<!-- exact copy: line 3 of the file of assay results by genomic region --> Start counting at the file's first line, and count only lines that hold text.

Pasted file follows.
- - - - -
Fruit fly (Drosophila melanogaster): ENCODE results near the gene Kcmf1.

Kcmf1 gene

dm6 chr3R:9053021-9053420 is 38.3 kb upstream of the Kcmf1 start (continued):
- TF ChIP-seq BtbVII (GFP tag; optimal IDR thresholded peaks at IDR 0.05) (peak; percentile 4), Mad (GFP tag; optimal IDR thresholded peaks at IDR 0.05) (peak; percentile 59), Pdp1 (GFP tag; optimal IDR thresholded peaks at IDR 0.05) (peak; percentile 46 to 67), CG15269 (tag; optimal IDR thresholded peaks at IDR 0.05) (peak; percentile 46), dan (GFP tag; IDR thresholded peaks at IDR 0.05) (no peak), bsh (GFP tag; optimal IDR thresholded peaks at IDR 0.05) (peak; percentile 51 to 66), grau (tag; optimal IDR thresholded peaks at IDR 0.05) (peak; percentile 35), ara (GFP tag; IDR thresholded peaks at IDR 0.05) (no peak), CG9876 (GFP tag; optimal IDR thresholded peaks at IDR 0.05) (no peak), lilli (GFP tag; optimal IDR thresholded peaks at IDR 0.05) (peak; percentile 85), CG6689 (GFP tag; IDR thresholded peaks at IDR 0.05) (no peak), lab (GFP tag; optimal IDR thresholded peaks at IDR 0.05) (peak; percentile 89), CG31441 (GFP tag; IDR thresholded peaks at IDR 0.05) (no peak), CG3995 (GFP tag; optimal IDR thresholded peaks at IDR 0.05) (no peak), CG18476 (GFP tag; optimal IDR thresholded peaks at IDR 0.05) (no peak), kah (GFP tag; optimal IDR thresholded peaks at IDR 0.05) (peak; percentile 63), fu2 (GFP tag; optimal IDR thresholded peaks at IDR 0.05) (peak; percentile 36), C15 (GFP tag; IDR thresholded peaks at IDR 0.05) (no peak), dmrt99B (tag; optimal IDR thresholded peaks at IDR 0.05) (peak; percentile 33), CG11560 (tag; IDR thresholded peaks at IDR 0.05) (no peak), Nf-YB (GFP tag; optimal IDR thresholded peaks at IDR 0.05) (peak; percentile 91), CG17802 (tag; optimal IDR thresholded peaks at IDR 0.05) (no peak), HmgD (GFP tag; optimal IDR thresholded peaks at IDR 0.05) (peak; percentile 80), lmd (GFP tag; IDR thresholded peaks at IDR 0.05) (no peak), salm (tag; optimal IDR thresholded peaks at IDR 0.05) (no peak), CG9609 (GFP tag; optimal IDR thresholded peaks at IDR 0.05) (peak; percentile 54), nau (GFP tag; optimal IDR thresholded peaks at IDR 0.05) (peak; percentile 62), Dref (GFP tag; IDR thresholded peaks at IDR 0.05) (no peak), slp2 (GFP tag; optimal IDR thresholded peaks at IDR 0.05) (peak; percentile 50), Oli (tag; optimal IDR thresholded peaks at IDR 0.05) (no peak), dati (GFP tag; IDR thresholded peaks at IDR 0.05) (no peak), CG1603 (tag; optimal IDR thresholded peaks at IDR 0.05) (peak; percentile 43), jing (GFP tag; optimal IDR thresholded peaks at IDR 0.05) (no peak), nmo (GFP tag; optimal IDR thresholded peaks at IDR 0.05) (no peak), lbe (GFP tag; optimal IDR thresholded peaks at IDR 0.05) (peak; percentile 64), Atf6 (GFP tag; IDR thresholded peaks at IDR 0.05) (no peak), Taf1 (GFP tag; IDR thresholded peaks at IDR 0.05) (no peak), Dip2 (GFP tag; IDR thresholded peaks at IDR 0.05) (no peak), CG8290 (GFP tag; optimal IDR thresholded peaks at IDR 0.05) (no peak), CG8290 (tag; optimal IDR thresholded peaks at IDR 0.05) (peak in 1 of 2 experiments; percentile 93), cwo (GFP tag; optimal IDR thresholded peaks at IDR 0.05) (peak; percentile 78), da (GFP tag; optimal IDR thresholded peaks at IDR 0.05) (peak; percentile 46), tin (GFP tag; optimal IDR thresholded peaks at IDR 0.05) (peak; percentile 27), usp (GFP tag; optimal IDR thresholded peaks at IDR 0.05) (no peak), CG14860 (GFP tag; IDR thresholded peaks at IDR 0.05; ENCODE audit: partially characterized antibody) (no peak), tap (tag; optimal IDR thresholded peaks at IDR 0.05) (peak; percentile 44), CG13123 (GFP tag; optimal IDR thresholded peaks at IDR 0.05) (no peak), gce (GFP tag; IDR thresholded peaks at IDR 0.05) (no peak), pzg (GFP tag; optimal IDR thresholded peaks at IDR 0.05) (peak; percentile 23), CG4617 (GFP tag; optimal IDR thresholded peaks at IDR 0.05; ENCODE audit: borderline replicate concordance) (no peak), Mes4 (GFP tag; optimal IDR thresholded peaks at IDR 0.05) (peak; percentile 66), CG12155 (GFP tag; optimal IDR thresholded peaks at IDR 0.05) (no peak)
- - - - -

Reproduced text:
dm6 chr3R:9053021-9053420 is 38.3 kb upstream of the Kcmf1 start (continued):